Odette Estate – Tax Court of Canada finds that a promissory note subsequently repaid in cash could not be equated to cash consideration for s. 118.1(13)(c) purposes

The appellant estate donated shares of a private company (Edmette), which were non-qualifying securities, to a private foundation with which it did not deal at arm’s length. Shortly thereafter, those shares were purchased for cancellation in exchange for a promissory note of Edmette for $17.7 million, which then was repaid in cash by Edmette between four and eight months later. The donation of the Edmette shares was deemed by s. 118.1(13)(a) to not be a gift except to the extent “of the fair market value of any consideration (other than a non-qualifying security of any person) received by the donee [i.e., the foundation] for the disposition” by it of the Edmette shares. The estate argued that for these purposes, the consideration received by the foundation for such shares should be considered to be the subsequent cash repayments of $17.7 million rather than the promissory note (which clearly was also a non-qualifying security), so that the estate’s previous donation was deemed by s. 118.1(13)(c) to be of $17.7 million rather than nil.

In rejecting this submission and finding that s. 118.1(13)(a) deemed there to be no gift, Rossiter CJ stated:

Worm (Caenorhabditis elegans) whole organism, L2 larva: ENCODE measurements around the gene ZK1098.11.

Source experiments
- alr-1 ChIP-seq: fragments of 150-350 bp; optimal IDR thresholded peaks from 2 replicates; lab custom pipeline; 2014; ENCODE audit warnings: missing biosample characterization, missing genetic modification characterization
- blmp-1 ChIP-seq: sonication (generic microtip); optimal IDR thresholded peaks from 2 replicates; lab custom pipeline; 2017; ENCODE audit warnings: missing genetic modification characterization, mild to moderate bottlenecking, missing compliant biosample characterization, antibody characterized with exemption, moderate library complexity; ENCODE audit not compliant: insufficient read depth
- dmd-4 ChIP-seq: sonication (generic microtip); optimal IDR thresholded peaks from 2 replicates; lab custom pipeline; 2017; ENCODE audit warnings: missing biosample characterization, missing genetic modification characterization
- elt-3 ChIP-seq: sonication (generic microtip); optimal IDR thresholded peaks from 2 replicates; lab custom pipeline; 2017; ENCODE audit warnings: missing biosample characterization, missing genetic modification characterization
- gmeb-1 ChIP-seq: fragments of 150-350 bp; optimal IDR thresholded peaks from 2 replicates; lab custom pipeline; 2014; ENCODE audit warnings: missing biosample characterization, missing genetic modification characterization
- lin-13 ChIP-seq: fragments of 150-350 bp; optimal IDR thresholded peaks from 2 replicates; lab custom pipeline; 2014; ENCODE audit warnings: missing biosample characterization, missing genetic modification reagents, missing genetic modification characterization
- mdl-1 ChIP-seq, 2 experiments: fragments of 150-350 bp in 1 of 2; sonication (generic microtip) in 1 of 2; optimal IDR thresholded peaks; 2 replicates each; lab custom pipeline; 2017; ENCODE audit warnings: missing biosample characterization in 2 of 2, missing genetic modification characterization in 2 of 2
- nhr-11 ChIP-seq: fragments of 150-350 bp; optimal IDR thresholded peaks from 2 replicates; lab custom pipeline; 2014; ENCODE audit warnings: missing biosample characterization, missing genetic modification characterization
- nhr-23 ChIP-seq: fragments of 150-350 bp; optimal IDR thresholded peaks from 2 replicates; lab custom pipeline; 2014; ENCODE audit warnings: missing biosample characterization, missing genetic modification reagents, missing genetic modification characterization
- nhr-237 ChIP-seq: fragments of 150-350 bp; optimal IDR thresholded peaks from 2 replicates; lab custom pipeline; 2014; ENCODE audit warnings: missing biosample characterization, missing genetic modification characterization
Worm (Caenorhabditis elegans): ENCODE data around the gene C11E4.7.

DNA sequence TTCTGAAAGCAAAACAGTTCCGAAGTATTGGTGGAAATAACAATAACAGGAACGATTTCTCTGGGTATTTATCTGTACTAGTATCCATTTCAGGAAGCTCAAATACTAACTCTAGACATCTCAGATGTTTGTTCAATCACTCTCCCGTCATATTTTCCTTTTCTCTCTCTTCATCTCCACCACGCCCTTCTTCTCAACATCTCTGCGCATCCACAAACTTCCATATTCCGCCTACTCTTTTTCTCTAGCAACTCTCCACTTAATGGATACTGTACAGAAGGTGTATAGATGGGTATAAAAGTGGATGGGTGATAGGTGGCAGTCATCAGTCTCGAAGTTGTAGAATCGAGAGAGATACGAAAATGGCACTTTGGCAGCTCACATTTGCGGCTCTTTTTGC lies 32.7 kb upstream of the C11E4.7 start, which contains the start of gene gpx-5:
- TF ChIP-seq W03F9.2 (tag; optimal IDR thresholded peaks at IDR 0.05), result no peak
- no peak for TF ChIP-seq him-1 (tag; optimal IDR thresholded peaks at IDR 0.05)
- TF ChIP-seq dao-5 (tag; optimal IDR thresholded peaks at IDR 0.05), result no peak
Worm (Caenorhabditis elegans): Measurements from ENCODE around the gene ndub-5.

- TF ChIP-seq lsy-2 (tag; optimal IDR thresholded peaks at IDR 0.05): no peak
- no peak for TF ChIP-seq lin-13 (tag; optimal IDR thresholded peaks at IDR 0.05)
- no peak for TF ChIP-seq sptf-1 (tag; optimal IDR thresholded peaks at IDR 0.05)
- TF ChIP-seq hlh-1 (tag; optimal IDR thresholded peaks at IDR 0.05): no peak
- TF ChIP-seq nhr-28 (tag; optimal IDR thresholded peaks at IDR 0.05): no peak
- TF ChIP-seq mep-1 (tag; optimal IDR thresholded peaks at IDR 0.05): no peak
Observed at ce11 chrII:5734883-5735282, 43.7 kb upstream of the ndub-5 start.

The cash payments were made approximately eight months after the disposition occurred, not at the time of the disposition. The only consideration received at the time of the disposition was the Promissory Note. …

Parliament does not want to grant a tax credit where the donor is not impoverished and the charity is not enriched. A non-arm’s length promissory note creates no real obligation to pay. … [I]t is important to show that the charity is actually enriched and the donor is in fact impoverished. A promissory note between non‑arm’s length parties is not convincing enough.

The above comments may not be congruent with the CRA rulings practice that on a share redemption for a note, the note must be stated to have been accepted as absolute payment of the redemption proceeds.

Neal Armstrong. Summary of Odette (Estate) v. The Queen, 2021 TCC 65 under s. 118.1(13)(c).